Blog Prompt – Debate on Twitter

This week’s blog prompt was to create a debate on using a certain technology in the Classroom. My partner, Danae Andrie, and I are arguing about the use of Twitter in schools. I will act as a parent, and Danae will act as a teacher.

Following are my arguments:

“Twitter is a social media and will only distract students and parents from the education taking place.” As I’m sure we all know from our own experiences with students and young people, students tend to stray from class discussions and activities to use their devices. They will sneak a text under their desk, or even play Candy Crush throughout a lecture. Allowing Twitter to enter the classroom will only make it more difficult for the teacher to distinguish between learning time and socializing time.

“Twitter unsupervised will lead to bullying.” Promoting the use of any social network will only lead to more bullying, including cyber-bullying. Without proper regulation of these sites bullying will increase in the school. Tweets can be retweeted easily by anyone and reach a wide audience – which is exactly what cyber-bullies want.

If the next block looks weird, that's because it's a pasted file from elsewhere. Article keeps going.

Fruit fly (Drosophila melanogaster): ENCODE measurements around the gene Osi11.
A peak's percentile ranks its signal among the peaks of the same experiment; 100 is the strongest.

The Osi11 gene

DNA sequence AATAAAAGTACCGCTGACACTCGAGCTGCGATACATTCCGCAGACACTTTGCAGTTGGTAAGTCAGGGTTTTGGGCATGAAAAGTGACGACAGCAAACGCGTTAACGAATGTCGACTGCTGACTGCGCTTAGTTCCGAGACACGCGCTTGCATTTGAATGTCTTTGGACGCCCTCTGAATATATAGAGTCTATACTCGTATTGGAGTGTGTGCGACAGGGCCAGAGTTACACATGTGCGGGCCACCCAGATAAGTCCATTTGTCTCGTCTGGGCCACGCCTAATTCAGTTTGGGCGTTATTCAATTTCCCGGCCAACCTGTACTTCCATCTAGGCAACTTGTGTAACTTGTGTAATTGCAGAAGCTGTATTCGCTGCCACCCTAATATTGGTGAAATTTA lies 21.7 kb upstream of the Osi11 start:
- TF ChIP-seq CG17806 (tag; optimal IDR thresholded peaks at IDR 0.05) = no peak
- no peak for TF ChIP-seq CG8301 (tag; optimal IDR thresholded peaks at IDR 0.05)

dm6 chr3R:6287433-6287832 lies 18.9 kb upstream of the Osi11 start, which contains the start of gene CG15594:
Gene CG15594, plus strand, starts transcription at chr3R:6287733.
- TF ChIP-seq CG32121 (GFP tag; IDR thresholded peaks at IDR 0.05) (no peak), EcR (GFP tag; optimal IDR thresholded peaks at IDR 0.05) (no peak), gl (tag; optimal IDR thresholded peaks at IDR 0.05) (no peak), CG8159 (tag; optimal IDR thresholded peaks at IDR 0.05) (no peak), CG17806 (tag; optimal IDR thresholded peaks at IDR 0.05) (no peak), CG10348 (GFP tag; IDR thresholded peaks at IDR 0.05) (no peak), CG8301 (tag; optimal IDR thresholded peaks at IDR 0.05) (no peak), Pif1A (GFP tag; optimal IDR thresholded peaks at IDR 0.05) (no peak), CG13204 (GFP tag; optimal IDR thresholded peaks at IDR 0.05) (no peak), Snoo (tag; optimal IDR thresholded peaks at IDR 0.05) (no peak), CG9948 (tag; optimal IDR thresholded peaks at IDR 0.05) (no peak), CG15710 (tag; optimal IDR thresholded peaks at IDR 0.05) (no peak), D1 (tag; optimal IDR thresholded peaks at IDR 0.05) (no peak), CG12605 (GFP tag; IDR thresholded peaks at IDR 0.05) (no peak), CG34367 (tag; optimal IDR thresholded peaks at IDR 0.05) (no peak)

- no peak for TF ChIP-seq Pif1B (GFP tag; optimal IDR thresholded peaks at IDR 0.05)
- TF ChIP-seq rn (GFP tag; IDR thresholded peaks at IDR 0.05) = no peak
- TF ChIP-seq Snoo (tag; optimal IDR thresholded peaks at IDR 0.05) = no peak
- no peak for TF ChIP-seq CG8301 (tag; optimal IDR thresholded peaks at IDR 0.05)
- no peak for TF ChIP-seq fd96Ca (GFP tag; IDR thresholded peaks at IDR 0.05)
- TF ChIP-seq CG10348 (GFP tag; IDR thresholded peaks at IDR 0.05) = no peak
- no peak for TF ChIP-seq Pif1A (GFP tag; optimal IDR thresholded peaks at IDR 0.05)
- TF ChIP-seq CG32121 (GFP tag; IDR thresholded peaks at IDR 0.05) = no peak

“Not every one has Twitter or can afford devices for easy access to the site.” It is easy to forget in our modern society that not everyone can afford the expensive devices (i.e. laptop, iPad, iPhone – any smart phone or tablet, etc.) because so often we see children, yes children, with these devices. Since the schools cannot afford to supply these devices for their students, both in and out of school, using an app that requires such a device will only increase the gap between the “haves” and the “have-nots.” Students who come from lower economic classes and backgrounds will end up falling behind academically simply because their family cannot afford these devices.

“Not everyone understands how to use Twitter.” Twitter can be used in a lot of different ways, but not everyone knows about these capabilities and protocols. Simply re-tweeting someone incorrectly could be used against a student in an academic setting (i.e. the student could be accused of plagiarism from copying someone else’s thoughts). This means that using an application that is supposed to benefit one’s learning could actually cost them their credibility.

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This entry was posted in Course Blog (ePortfolio), ECMP 355: Computers in Education and tagged , , , , . Bookmark the permalink.

One Response to Blog Prompt – Debate on Twitter

  1. Pingback: Arguing for Twitter in the Classroom | Ms. Andrie

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